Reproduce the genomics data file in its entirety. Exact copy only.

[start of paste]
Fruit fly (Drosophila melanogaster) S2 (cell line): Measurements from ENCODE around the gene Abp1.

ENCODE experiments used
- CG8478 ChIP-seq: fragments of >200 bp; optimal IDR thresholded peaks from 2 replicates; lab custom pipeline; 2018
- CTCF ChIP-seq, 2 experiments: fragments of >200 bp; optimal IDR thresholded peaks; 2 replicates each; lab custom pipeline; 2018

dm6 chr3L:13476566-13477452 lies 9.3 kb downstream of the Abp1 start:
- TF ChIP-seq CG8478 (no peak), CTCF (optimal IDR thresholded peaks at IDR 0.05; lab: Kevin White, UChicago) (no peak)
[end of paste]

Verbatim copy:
Fruit fly (Drosophila melanogaster) S2 (cell line): Measurements from ENCODE around the gene Abp1.

ENCODE experiments used
- CG8478 ChIP-seq: fragments of >200 bp; optimal IDR thresholded peaks from 2 replicates; lab custom pipeline; 2018
- CTCF ChIP-seq, 2 experiments: fragments of >200 bp; optimal IDR thresholded peaks; 2 replicates each; lab custom pipeline; 2018

dm6 chr3L:13476566-13477452 lies 9.3 kb downstream of the Abp1 start:
- TF ChIP-seq CG8478 (no peak), CTCF (optimal IDR thresholded peaks at IDR 0.05; lab: Kevin White, UChicago) (no peak)